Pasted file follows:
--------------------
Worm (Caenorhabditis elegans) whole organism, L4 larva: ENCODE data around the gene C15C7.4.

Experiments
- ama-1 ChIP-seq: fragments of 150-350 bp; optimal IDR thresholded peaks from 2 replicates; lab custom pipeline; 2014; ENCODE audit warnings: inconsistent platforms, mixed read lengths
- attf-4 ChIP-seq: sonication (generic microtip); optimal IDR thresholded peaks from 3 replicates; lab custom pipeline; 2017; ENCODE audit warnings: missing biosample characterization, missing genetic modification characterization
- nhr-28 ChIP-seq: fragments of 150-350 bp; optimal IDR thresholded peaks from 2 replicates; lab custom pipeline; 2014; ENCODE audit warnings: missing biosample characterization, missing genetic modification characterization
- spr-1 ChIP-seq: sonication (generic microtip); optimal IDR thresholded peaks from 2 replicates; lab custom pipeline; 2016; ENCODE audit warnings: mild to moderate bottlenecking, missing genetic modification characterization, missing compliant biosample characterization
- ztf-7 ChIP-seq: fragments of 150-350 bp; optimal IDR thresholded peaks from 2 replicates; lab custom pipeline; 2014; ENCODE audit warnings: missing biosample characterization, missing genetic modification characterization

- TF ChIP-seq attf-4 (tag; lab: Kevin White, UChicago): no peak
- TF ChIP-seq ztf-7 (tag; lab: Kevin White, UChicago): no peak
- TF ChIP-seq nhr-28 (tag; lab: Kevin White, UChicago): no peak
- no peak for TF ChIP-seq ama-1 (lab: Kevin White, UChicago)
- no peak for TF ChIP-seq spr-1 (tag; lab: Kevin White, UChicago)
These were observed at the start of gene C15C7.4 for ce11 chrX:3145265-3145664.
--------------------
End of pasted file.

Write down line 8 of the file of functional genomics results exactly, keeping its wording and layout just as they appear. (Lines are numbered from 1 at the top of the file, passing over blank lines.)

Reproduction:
- TF ChIP-seq attf-4 (tag; lab: Kevin White, UChicago): no peak